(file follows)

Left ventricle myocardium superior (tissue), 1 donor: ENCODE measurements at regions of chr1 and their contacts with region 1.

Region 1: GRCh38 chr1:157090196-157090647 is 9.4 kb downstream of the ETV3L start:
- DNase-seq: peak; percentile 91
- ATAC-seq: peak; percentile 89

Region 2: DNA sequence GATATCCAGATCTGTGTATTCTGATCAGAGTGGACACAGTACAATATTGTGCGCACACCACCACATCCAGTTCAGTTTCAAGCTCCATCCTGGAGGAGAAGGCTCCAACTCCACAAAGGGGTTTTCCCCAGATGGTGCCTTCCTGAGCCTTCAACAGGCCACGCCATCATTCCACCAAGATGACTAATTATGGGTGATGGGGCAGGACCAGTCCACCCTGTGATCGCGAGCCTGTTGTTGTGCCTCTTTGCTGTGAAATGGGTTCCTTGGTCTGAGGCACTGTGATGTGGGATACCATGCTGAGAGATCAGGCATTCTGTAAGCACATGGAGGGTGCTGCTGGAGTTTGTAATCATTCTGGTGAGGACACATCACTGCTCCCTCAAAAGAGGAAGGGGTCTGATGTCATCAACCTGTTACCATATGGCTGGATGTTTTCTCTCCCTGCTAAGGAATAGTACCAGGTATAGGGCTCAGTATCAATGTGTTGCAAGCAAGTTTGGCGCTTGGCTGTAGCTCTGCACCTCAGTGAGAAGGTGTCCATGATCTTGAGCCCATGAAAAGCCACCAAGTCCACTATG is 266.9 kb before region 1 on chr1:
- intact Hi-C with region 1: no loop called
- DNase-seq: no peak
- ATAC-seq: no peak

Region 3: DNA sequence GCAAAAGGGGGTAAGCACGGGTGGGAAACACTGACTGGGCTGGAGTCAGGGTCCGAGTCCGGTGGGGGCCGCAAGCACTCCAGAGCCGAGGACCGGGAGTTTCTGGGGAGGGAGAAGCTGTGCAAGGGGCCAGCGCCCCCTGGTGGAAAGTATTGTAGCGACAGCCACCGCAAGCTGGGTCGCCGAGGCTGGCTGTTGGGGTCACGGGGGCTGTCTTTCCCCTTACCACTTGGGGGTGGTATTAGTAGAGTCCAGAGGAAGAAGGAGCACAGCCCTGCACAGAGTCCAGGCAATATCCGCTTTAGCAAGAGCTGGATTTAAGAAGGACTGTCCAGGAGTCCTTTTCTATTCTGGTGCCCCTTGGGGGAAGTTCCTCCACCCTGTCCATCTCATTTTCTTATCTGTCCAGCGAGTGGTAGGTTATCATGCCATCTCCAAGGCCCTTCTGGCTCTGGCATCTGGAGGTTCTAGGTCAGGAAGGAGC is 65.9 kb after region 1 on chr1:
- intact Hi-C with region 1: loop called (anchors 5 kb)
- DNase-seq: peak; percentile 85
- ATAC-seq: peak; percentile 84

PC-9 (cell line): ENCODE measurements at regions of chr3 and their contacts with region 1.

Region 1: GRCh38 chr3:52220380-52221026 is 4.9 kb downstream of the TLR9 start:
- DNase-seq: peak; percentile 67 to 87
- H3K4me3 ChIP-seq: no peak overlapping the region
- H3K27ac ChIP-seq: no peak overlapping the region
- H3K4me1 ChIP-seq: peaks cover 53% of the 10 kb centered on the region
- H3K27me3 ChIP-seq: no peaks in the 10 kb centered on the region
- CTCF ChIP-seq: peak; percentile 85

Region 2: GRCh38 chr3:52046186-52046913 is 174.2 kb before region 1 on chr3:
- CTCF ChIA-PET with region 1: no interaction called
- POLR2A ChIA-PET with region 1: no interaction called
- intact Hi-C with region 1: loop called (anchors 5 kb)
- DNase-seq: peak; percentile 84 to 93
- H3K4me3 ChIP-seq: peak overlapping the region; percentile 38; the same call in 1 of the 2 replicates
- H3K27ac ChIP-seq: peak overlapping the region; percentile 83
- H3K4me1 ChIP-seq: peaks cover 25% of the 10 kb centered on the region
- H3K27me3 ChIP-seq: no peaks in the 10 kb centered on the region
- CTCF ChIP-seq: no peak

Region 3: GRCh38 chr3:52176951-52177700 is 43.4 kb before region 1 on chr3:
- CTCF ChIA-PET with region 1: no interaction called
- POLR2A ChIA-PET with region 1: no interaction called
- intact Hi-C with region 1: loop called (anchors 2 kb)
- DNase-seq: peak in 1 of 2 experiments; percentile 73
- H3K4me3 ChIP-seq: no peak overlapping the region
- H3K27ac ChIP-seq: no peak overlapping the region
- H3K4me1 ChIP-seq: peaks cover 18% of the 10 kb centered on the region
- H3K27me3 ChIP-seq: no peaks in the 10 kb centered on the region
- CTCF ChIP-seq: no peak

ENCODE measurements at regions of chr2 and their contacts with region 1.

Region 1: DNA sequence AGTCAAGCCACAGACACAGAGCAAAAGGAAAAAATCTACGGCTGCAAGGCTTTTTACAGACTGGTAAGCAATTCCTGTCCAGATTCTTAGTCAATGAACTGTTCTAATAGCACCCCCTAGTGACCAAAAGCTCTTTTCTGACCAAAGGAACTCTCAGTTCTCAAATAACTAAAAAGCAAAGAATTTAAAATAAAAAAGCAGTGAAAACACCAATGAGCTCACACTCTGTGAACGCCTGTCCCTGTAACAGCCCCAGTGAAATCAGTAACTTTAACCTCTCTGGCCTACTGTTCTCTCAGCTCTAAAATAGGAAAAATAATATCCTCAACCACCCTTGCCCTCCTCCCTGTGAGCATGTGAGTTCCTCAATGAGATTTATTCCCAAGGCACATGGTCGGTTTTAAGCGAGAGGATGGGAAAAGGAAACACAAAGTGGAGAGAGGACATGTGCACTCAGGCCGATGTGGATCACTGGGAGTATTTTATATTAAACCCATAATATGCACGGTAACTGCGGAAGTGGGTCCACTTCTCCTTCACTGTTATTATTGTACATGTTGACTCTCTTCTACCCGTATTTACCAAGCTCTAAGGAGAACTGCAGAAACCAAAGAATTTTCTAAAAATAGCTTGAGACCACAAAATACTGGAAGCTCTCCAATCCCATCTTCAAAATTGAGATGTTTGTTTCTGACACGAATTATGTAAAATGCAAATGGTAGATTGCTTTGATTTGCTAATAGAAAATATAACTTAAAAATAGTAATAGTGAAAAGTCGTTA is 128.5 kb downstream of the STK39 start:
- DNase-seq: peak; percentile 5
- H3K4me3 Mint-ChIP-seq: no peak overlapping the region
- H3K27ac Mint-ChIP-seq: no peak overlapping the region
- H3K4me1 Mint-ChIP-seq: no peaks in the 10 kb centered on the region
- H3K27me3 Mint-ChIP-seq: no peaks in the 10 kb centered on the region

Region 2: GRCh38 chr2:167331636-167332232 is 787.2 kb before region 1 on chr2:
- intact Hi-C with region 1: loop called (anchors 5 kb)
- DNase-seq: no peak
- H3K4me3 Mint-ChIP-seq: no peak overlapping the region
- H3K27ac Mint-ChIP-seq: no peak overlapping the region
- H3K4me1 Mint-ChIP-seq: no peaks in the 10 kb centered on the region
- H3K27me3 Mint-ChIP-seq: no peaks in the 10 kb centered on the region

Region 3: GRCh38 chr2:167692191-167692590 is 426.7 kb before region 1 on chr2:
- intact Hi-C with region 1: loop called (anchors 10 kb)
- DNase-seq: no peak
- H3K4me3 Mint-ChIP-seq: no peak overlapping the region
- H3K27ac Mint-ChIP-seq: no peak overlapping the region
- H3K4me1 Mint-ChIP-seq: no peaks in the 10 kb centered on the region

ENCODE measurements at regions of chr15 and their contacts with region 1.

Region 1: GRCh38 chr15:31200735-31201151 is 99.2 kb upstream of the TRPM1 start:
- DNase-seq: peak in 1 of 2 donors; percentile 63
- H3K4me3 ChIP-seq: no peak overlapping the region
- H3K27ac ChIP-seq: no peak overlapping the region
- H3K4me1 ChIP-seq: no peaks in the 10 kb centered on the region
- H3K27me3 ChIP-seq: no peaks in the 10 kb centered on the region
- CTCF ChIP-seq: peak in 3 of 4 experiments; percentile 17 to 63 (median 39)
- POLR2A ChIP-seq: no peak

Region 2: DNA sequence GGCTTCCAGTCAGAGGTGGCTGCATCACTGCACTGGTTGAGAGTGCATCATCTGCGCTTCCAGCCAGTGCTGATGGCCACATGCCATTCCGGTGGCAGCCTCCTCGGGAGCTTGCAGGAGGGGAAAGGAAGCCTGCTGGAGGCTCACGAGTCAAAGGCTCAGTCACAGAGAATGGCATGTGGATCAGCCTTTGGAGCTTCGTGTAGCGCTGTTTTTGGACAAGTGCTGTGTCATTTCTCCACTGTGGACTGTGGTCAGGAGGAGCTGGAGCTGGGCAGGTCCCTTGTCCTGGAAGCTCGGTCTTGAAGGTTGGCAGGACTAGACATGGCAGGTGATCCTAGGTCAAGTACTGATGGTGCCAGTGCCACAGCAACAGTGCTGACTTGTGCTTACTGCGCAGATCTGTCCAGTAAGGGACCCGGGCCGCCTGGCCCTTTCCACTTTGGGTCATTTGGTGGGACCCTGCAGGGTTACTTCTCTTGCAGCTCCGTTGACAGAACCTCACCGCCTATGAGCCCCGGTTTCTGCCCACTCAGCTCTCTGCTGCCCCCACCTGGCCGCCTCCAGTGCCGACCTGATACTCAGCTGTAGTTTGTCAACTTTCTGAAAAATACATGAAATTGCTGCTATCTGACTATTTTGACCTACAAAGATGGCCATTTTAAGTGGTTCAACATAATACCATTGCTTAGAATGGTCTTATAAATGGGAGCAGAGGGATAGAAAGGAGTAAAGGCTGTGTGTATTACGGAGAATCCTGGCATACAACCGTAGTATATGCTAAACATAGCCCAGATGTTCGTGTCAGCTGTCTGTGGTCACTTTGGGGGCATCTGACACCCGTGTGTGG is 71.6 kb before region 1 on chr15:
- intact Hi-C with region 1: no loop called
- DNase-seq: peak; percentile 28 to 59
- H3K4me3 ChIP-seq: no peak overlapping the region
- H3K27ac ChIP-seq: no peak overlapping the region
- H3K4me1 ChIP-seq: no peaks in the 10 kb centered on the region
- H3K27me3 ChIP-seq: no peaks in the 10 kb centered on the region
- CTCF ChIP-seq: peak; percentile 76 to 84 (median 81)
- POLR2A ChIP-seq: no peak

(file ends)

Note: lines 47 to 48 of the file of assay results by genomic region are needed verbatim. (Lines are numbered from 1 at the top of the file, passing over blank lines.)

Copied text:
- H3K27me3 Mint-ChIP-seq: no peaks in the 10 kb centered on the region

Region 2: GRCh38 chr2:167331636-167332232 is 787.2 kb before region 1 on chr2: